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More articles by Matt Liotta

Author Bio
Matt Liotta started his development career at the age of 12 by building C applications for faculty at Emory University. Since then he worked with an early ASP, Cignify, to build their transaction processing system for payroll time data.
For Open Source Zone | October 5, 2004
Eclipse's extensibility makes it the perfect collaborator. Learn how to build custom views in Eclipse that integrate with other useful public libraries. For example, in this article, you'll learn how to create a split pane view in Eclipse that cleans malformed HTML files using JTidy.
For Open Source Zone | July 20, 2004
Knowing how to extend your IDE is a useful tool to have in your belt, and thanks to a great plugin architecture, it's easy in Eclipse. In this article you'll learn how to create two Views that extend the Eclipse IDE: one that evaluates a regular expression and another that does the same for XPath.
For Web Development Zone | December 16, 2003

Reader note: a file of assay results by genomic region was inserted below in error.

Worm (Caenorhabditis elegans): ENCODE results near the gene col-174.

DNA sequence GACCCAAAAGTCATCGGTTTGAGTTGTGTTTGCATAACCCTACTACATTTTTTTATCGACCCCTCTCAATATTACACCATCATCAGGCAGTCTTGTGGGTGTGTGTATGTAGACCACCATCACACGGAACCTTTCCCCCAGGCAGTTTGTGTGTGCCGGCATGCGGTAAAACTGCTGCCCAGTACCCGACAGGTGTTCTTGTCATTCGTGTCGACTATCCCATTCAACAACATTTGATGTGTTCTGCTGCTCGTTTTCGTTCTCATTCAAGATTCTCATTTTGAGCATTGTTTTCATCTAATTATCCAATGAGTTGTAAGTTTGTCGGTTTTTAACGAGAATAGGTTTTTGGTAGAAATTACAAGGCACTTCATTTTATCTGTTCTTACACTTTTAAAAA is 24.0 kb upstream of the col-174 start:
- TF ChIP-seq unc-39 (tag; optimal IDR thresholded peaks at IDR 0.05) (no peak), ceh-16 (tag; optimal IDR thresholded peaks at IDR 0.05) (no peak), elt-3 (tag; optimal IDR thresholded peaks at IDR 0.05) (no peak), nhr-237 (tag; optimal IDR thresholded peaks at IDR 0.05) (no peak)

Unless it's overturned, the Eolas ruling means tens of thousands of Web pages that use embedded plugins are infringing on the patent. Based on a procedure recommended by Microsoft, this filter will automatically update your HTML so you'll be in the free and clear.
For XML Zone | October 30, 2002
A native XML database can make a lot of sense for organizations that want to store and access XML without all the unsightly schema mapping required to store XML in a traditional relational database system. Several commercial native XML databases exist; now, we take a first look at Apache's open source offering, Xindice.
For DevX | October 23, 2002
Cross-platform .NET development is imminent, but the purpose, the feature set, and the platform support varies. We were curious about the development of the various open source implementations of Microsoft .NET's Common Language Runtime, so we talked to the key developers in charge of each of three CLI implementations—Mono, Rotor, and Portable .NET—to find out what exactly they've built, how they did it, and how they compare. What we found might surprise you.
For Java Zone | April 8, 2002
By writing to the JAXP specification, Java developers can create extensible code routines to parse any type of data into XML. This tutorial shows you how to write your own JAXP-compliant parser to transform legacy data in a comma-separated value (CSV) format, output it to a DOM, and then transform into XML.
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